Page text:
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500 Million-Year-Old Embryos may Provide Key to Early Evolution

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Apr 10, 2014 03:09 PM EDT
Researchers at the University of Missouri have discovered rare, fossilized embryos that may provide valuable insight into a time of rapid expansion and diversification among the world’s first organisms, according to a release from the school.
Researchers at the University of Missouri have discovered rare, fossilized embryos that may provide valuable insight into a time of rapid expansion and diversification among the world’s first organisms, according to a release from the school. (Photo : Courtesy of the University of Missouri)

Researchers at the University of Missouri have discovered rare, fossilized embryos that may provide valuable insight into a time of rapid expansion and diversification among the world's first organisms, according to a release from the school.

Known as the "Cambrian explosion," most of the world's marine invertebrates first appeared in the fossil record during this period. While much of the record is comprised of skeletal structures - which may or may not give researchers an accurate picture of prehistoric organisms - the University of Missouri find includes previously undiscovered soft-tissue fossils, which could help with future interpretations of evolutionary history.

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"Before the Ediacaran and Cambrian Periods, organisms were unicellular and simple," said James Schiffbauer, assistant professor of geological sciences at the University of Missouri. "The Cambrian Period, which occurred between 540 million and 485 million years ago, ushered in the advent of shells."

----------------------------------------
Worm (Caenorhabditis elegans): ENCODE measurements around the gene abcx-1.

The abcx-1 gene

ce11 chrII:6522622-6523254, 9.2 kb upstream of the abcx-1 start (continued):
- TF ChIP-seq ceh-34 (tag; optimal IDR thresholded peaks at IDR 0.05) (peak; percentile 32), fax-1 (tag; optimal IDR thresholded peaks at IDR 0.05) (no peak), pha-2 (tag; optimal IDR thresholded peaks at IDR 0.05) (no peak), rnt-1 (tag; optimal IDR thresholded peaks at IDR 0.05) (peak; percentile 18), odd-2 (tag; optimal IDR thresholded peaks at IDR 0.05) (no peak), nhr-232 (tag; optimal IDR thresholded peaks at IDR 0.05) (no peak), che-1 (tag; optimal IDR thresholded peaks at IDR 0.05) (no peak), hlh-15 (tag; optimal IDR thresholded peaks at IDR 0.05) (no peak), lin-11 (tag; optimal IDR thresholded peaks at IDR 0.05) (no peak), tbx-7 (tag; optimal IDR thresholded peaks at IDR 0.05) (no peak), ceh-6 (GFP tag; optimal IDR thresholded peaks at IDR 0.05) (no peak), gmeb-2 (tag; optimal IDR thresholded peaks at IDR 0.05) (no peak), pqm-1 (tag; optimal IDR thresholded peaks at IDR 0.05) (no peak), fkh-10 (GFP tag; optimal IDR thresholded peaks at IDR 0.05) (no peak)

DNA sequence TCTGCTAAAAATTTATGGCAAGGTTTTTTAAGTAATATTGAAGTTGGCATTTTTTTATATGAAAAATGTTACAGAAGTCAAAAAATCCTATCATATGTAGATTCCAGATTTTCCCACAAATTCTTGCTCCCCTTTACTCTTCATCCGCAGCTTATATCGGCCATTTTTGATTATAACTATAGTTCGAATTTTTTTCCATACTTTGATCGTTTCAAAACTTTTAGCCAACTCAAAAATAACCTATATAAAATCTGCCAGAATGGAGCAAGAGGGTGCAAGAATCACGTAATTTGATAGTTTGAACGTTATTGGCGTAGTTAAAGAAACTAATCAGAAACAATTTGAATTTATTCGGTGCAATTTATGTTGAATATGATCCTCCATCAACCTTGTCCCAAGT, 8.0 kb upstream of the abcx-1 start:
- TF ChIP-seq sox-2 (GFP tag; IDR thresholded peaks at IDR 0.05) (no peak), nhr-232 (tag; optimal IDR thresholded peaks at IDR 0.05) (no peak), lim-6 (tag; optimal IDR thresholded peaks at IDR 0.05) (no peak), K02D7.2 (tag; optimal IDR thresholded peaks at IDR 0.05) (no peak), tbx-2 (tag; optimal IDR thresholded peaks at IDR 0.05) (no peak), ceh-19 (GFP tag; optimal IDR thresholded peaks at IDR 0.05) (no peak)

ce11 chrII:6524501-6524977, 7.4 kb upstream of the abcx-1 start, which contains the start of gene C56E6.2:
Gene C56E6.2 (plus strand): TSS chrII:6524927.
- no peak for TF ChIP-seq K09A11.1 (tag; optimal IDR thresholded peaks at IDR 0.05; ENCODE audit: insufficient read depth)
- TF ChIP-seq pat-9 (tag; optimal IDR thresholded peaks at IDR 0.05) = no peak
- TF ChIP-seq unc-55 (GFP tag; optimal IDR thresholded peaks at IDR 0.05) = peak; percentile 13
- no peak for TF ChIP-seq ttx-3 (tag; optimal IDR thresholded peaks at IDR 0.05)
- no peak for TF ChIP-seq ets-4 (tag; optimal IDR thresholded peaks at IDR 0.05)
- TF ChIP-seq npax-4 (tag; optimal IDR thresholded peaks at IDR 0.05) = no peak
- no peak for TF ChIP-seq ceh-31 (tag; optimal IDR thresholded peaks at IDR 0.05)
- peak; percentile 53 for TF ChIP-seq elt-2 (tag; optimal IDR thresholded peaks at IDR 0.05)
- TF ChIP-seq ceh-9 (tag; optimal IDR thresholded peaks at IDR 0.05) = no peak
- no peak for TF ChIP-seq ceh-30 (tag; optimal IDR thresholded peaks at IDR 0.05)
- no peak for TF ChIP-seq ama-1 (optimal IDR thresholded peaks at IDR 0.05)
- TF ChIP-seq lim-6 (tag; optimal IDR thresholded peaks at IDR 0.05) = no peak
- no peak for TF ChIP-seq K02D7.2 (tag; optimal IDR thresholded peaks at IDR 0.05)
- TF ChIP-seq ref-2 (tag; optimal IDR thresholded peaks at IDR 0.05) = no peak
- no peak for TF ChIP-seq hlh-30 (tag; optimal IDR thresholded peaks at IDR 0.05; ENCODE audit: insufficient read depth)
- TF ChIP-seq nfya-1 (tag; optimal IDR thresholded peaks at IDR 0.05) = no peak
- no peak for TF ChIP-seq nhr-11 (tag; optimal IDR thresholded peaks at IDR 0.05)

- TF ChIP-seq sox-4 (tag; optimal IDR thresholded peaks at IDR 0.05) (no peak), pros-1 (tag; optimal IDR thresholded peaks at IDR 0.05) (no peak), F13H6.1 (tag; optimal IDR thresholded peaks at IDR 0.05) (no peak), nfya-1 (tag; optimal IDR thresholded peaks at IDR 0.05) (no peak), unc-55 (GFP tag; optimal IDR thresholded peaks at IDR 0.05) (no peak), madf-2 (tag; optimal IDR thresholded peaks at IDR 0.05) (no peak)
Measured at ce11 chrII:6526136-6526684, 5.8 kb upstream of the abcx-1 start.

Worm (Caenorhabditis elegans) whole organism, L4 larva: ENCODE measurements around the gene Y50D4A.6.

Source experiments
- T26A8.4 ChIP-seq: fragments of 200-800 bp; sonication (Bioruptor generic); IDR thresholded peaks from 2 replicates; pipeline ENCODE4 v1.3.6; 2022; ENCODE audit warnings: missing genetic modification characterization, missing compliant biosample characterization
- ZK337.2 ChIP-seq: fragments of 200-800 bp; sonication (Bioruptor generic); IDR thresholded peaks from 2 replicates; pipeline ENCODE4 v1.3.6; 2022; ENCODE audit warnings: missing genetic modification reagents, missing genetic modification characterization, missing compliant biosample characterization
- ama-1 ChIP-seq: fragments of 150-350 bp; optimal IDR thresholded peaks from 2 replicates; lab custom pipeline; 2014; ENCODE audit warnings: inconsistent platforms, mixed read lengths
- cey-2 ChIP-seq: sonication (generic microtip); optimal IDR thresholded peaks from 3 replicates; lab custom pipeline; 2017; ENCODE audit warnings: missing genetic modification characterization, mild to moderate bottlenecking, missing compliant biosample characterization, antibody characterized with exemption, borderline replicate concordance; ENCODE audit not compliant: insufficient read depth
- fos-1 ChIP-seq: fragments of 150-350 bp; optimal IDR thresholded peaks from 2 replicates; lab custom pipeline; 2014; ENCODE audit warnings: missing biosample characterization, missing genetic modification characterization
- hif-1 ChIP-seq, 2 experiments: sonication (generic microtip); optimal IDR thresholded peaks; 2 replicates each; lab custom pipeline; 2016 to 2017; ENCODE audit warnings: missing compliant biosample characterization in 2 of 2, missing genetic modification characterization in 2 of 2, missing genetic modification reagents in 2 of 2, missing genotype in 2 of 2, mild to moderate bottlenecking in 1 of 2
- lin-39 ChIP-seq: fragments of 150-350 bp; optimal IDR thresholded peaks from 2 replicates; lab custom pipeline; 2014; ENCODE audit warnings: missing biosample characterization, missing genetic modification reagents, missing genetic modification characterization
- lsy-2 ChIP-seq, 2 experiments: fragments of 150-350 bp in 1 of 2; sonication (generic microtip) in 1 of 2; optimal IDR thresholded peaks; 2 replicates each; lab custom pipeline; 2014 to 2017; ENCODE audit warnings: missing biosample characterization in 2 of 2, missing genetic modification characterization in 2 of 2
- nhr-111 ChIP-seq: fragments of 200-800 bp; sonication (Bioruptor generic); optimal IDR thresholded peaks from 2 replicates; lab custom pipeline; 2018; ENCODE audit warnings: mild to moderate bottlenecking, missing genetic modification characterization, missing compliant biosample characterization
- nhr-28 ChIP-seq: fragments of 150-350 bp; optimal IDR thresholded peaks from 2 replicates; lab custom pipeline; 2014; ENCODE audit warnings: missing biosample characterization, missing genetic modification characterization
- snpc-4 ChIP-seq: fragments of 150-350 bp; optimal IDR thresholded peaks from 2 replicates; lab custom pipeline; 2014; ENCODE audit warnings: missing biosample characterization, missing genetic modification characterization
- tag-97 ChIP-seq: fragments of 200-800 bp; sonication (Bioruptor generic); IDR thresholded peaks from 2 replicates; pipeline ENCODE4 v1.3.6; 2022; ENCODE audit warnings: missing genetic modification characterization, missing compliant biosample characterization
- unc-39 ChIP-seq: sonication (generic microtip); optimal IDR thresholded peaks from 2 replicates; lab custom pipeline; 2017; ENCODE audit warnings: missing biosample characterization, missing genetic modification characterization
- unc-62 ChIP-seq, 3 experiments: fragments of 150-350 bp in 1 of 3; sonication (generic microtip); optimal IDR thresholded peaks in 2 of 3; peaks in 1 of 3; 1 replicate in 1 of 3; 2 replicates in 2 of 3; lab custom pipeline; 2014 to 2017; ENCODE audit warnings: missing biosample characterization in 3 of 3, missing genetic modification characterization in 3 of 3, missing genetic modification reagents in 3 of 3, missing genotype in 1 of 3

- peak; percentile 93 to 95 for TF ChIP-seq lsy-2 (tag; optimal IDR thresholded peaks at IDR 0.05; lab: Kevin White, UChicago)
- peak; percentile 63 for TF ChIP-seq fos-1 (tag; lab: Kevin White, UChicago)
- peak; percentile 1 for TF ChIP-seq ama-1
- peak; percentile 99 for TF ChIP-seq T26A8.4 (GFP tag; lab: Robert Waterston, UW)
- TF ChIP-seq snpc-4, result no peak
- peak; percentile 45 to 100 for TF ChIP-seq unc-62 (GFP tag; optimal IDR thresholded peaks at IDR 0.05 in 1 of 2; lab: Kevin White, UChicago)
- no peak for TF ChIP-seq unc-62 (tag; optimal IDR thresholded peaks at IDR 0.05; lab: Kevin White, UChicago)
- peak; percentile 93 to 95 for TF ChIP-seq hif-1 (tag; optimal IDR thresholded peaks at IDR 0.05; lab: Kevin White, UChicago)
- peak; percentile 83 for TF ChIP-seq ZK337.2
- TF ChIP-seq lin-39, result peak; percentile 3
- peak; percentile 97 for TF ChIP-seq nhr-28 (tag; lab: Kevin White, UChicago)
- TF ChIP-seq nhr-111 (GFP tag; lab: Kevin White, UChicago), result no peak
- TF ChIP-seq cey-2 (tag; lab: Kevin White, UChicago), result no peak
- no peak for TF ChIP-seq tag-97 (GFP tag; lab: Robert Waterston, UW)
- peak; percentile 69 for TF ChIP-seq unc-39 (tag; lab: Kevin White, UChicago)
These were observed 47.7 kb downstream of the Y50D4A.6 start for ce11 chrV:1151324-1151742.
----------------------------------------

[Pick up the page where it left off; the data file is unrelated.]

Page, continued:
He said the shells and exoskeletons become fossilized over time, giving scientists clues into how organisms existed millions of years ago. He added that the development of shells provided "protection and structural integrity for organisms."

Schiffbauer's work focuses on harder-to-find, soft-tissue organisms that were not preserved as well and, thus, are less plentiful.

His team, which includes Missouri University doctoral student Jesse Broce, now is studying fossilized embryos in rocks that provide rare opportunities to study the origins and developmental biology of early animals during the Cambrian explosion.

Broce collected fossils from the lower Cambrian Shuijingtuo Formation in the Hubei Province in southern China and analyzed samples to determine the chemical makeup of the rocks. Soft tissue fossils have different chemical patterns than harder, skeletal remains, allowing researchers to identify the processes that contributed to their preservation.

"Something obviously went wrong in these fossils," Schiffbauer said. "Our Earth has a pretty good way of cleaning up after things die. Here, the cells' self-destructive mechanisms didn't happen, and these soft tissues could be preserved. While studying the fossils we collected, we found over 140 spherically shaped fossils, some of which include features that are reminiscent of division stage embryos, essentially frozen in time."

The next steps will be to identify the parents of the discovered embryos and their place on the evolutionary timeline.

Schiffbauer and his colleagues published their research in the Journal of Paleontology

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